Temple in Spain Tyler Horst

Should’ve Been Born in Europe

Last week I hit something of a slump. Maybe it was all by fault of the rain, but nothing much was happening. After class I would go home, dry off, eat lunch, and then stick around and do homework or watch TV. While I was enjoying the company of my host family, most notably the bright spot in my week in which Oscar and I went to the library and then afterward got waffles in the park, I felt I wasn’t having quite the experience I originally expected.

Two weeks in, and the veneer of possibility had already been washed off Oviedo by the consistent Asturian downpour. I had seen everything the city had to offer, and in the end found myself underwhelmed. I met everyone I was going to meet, and while I was happy to have friends with which I could practice my Spanish, I was getting a bit tired of the same bars every weekend. Rather than an adventure full of excitement and intrigue, my study abroad experience had finally devolved into nothing but boring afternoons at home, only in a different country.

Or so I thought.

This past weekend saw a significant turnaround in my attitude. It started with a hike on la Ruta Costera Naviega, which took us through Puerto de Vega, a cozy fishing pueblo likely responsible for the octopus soup I ate my first week here, and also had views like this:

Thanks to the hiking club of the University of Oviedo, I was able to trek the Spanish coast with a group of fresh faces. It isn’t always easy to strike up conversation with strangers, but when you’re hiking for hours the only other alternative is to just look around (which wasn’t a bad option, to be honest), and so I went the social route. At the end of the afternoon, I had gotten plenty of practice explaining the basics of my life story in Spanish.

The trail took us through Puerto de Vega, a cozy fishing pueblo likely responsible for the octopus soup I ate my first week here. Through most of my conversations, I discovered that I am woefully under-traveled. Everyone else seems to have been to more countries and learned more languages, and I wished at times that my own story could be just a bit more interesting. Then again, compared to our one obscenely large home country, it’s pretty easy to make your way across Europe.

Though it helps a lot to have been born there. Last week the Erasmus students arrived after being recently liberated from their stressful week of exams. Erasmus is a program which connects many universities in Europe. The idea is that you go for a year to study your major at a university in a different country, and that university sends someone in your place. It’s mandatory, but hey, it’s also free.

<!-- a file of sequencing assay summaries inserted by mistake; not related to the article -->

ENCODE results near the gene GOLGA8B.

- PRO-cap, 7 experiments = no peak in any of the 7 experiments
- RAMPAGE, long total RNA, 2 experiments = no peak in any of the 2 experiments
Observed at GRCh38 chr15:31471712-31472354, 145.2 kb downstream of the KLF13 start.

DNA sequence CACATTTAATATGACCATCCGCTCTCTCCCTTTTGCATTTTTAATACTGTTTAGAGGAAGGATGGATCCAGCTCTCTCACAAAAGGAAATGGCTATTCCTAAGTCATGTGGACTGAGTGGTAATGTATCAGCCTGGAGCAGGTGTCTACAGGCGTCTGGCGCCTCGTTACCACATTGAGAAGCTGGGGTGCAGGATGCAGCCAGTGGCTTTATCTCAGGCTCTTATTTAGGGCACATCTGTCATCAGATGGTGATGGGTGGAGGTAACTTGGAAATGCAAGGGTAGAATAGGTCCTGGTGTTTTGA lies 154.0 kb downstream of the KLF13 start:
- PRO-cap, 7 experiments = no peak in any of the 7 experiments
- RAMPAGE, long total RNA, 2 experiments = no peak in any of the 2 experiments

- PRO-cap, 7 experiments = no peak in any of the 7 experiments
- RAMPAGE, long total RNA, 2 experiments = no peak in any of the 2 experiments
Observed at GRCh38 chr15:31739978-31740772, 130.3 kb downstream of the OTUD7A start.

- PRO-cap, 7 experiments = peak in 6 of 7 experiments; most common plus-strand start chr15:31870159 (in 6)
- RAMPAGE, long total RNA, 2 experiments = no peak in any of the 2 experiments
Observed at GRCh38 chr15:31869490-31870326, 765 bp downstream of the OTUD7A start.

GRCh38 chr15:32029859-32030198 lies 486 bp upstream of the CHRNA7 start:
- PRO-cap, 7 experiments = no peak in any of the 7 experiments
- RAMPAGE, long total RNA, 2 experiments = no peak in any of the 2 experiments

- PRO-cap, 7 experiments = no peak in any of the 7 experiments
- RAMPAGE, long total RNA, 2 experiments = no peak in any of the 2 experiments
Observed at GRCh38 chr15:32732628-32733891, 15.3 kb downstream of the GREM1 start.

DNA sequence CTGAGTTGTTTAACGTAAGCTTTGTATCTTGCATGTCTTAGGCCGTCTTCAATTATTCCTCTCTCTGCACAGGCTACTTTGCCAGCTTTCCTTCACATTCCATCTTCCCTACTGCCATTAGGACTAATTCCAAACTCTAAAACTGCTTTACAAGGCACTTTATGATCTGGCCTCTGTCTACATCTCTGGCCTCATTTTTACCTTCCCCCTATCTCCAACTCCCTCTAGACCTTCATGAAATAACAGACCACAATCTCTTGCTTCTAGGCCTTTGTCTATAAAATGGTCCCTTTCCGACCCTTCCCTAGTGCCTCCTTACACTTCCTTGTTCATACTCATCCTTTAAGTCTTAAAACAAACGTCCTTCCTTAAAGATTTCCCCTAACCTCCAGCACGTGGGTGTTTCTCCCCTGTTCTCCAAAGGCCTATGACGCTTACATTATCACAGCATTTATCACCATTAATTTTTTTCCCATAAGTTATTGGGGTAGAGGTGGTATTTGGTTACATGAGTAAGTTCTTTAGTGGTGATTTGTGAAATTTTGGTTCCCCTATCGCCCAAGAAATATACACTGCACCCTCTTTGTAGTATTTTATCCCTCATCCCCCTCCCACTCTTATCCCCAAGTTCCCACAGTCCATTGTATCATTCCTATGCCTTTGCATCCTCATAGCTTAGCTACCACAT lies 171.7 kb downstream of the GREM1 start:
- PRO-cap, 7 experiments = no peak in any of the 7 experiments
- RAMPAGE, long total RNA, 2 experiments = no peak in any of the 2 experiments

On Monday we didn’t have classes (thanks Santo Tomás, whoever you are), and so I took the day to go skiing at San Isidro with a group of Erasmus students. The only American once again, it became quickly apparent that when you’re in a group of people that can be most cogently described as “international,” whether you want to or not, you become your country. I spent the afternoon with Brits, Germans, Spaniards, and one Icelander on vacation, and much of what we talked about revolved around the differences between our respective homelands. I’m not one to identify myself on nationalistic terms, but it’s impossible to see the matrix of culture you spend your life in until you step outside of it. Now, I not only recognize aspects of myself as American, but I also suddenly find myself thrust into the position of being an ambassador for the country and the city of Philadelphia. I received the rather grim news from a girl hailing from Exeter that there was a different group of Americans studying at the University, but I was the first friendly person from the States that she had met.

The culture of your home country informs your life in more ways than you realize, just as much as what you do affects changes in the patchwork of the culture. It’s a reciprocal relationship in which everyone participates in their own way. Though if I hadn’t come to Spain, I never would have had the chance to trade threads with so many different kinds of people, to swap a few memes here and there. Just as culture informs each person’s life, anyone can inform another about his or her own culture, and in turn make the planet a bit more interesting.

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